From better self-driving cars to robots that learn from humans, the value of AI chips like Intel’s Loihi is becoming clear and the competition is getting fierce.
Long ago, most tasks under the artificial intelligence (AI) umbrella were performed using traditional CPUs, much like those found in smartphones or laptops, albeit much more powerful. In time, the industry changed to graphical processing units (GPUs), first popularized by those wanting to push their gaming to its limits. Now, there is demand for entirely different chip architectures — ones that are uniquely crafted to make AI and cognitive computing tasks more accessible than ever.
Intel is now joining that front, with a new self-learning neuromorphic IoT chip it’s calling Loihi, which “mimics how the brain functions by learning to operate based on various modes of feedback from the environment.” In a blog post, Michael Mayberry of Intel says this chip uses “spikes and plastic synapses that can be modulated based on timing,” which could help it “self-organize and make decisions based on patterns and associations.”
Intel’s Loihi joins already-crowded AI chips market
Loihi will be facing substantial competition, even in its early days. Nvidia is the clear leader now, helped along by that coincidence that its GPUs, originally made for gamers, turned out to be excellent for deep learning. Since that change in the industry, Nvidia has created and marketed certain GPUs to scientists and researchers who need to run these kinds of applications.
The rest of the competition, however, is a little nebulous, due in part to the fact that they’re proprietary technologies developed by some of the tech world’s giants. Google, for example, has its Tensor Processing Unit (TPU), which delivers “an order of magnitude higher performance per watt than all commercially available GPUs and FPGA,” according to Google CEO Sundar Pichai. Intel’s new chip won’t be competing with TPUs, but Intel can also count Google out as a potential customer.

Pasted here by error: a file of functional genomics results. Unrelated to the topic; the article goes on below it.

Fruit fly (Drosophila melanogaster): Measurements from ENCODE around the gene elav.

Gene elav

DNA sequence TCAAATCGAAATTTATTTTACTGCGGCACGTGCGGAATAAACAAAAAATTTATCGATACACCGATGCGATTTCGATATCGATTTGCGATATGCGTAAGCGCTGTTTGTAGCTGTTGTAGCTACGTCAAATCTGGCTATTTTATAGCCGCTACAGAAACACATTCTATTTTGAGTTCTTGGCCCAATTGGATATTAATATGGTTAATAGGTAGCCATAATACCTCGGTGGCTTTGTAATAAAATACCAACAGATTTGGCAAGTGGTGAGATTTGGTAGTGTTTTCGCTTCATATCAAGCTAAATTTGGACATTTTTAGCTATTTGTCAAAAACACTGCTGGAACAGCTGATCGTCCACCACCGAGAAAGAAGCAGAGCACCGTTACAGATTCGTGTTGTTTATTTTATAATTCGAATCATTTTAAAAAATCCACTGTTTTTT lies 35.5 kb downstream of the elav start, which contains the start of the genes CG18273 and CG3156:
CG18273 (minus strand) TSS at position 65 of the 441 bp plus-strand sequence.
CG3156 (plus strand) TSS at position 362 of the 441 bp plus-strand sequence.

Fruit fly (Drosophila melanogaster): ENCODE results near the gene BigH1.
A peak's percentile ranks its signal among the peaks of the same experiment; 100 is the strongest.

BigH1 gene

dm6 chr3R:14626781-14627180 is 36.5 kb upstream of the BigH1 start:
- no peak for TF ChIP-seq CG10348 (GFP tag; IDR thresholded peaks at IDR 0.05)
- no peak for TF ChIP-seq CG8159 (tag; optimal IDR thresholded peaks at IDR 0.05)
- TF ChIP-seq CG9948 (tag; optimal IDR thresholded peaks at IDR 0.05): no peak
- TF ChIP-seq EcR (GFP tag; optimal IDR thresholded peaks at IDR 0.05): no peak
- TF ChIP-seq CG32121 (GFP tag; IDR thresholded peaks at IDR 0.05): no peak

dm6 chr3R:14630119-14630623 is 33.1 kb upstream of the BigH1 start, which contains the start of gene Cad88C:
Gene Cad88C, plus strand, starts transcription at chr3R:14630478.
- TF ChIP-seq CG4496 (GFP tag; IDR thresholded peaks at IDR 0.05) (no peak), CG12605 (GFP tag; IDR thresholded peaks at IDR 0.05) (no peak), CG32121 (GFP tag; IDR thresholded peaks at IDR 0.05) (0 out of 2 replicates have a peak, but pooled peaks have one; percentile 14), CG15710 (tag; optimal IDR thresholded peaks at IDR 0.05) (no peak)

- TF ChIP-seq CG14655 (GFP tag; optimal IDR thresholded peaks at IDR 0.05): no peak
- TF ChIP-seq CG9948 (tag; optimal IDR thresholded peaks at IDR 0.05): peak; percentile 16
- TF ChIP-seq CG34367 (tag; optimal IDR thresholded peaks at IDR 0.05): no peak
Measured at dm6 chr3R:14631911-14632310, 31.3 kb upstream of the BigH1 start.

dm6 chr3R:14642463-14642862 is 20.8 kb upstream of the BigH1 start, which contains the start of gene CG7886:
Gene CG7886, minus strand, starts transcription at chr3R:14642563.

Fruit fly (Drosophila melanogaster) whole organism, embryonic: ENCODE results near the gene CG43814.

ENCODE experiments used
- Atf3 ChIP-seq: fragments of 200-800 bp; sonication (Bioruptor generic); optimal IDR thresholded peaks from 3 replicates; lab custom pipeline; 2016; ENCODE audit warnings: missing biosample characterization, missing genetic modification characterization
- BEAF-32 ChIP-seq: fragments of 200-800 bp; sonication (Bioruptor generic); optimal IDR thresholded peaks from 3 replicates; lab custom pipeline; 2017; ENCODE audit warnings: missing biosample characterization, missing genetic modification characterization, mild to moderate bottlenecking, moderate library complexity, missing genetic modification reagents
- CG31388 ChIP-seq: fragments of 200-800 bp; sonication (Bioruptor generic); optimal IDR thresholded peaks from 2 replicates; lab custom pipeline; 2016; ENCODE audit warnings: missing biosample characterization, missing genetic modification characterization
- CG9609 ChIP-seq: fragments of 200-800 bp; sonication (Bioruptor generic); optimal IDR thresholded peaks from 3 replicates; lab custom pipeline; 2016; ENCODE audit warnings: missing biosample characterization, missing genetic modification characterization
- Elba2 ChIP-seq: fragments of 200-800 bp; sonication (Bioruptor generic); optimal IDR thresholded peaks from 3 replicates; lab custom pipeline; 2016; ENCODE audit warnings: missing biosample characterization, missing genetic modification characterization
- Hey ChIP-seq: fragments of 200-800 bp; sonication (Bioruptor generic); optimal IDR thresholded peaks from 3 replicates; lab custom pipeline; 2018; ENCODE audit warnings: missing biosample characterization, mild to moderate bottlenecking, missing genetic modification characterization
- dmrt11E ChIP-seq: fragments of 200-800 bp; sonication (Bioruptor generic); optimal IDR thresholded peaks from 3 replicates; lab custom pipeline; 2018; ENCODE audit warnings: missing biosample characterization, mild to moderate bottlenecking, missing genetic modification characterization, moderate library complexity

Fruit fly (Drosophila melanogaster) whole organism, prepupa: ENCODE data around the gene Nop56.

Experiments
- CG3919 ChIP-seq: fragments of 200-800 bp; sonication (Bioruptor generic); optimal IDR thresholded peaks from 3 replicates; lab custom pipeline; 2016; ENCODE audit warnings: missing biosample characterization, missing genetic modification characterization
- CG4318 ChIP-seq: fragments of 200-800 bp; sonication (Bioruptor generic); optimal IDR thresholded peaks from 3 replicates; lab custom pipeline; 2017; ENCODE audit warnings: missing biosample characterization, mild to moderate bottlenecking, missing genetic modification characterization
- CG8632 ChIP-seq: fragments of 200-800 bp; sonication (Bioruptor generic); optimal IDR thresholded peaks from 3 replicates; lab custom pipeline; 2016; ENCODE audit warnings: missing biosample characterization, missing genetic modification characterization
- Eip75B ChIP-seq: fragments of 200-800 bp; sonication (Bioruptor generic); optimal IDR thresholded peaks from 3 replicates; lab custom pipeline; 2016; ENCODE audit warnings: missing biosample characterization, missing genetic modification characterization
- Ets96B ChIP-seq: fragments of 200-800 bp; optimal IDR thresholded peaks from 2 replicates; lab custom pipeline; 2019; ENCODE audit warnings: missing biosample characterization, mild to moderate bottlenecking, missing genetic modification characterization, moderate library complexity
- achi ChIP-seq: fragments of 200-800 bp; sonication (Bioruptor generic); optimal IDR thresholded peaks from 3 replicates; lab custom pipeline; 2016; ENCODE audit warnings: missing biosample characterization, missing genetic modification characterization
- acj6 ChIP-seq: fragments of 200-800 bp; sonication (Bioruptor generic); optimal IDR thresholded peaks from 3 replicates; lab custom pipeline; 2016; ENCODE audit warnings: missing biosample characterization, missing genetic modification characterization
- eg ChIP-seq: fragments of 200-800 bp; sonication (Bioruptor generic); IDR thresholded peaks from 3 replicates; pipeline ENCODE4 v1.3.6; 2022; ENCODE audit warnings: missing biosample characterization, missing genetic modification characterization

Startups are also eager to enter this market with a reliable product. Based in Los Altos, Calif., Cerebras Systems has already raised $112 million in venture capital, at a valuation of $860 million, for a product that they still haven’t talked about publicly. Still, the company’s CEO, Andrew Feldman, said, “I don’t think the GPU is very good for machine learning. … The GPU represents 25 years of optimization for a different problem.”
Intel even tried to create its own AI-centric chip — more specifically, a general-purpose computing on graphics processing units (GPGPU) chip — which was called Larrabee. The company canceled that effort in May 2010 and has been quiet on the AI chip front ever since. Clearly, they were holding their cards close to their chest all this time.
All of these companies are focused on packing as many “cores,” or processing units, on a single chip as possible. With more cores comes more parallel computing power, in that the computer can make many calculations at once, rather than make them one at a time, albeit at a breakneck pace.
How will Intel’s Loihi compete in the AI chips market
To not go the way of Larrabee, Intel put its substantial technological weight behind Loihi, and it shows — the chip is fabricated on Intel’s 14nm process technology and features 130,000 neurons and 130 million synapses.
Each neuromorphic core is connected with up to thousands of other neurons via a “core mesh,” which supports sparse, hierarchical, and recurrent neural networks. And each of them has their own learning engine, which can be configured to use supervised, unsupervised, and reinforcement learning, among other techniques.
Perhaps most importantly, Loihi is energy-efficient, according to Intel. Mayberry claims it is “up to 1,000 times more energy-efficient than general purpose computing required for typical training systems,” which means that future Intel customers could process much more data for the same energy cost.
Intel has high hopes for its new chip as well. In the first half of 2018, Intel will share a test version of Loihi with a handful of universities and research institutions that focus on AI to get things off the ground. In the future, Intel hopes to deliver “exascale” performance on a chip that’s inspired by how the brain works on a fundamental level.
But for now, Intel still believes that Loihi and other self-learning chips will help businesses make significant strides in machine learning applications that need to be both precise enough to detect anomalies, but generalized enough to work for everyone.
Mayberry proposes a device that reads a person’s heartbeat during a variety of activities and then learns the details of that particular person’s “normal” heartbeat. Or, the same philosophy could be extended to help cybersecurity experts protect their infrastructure from incoming attacks by parsing the difference between normal and anomalous network traffic.
From better self-driving cars to robots that learn from their human companions, the value of AI chips like Intel’s Loihi, TPU, and others is evident. The only question now is what companies will be able to accomplish using them, and just how long that migration will take.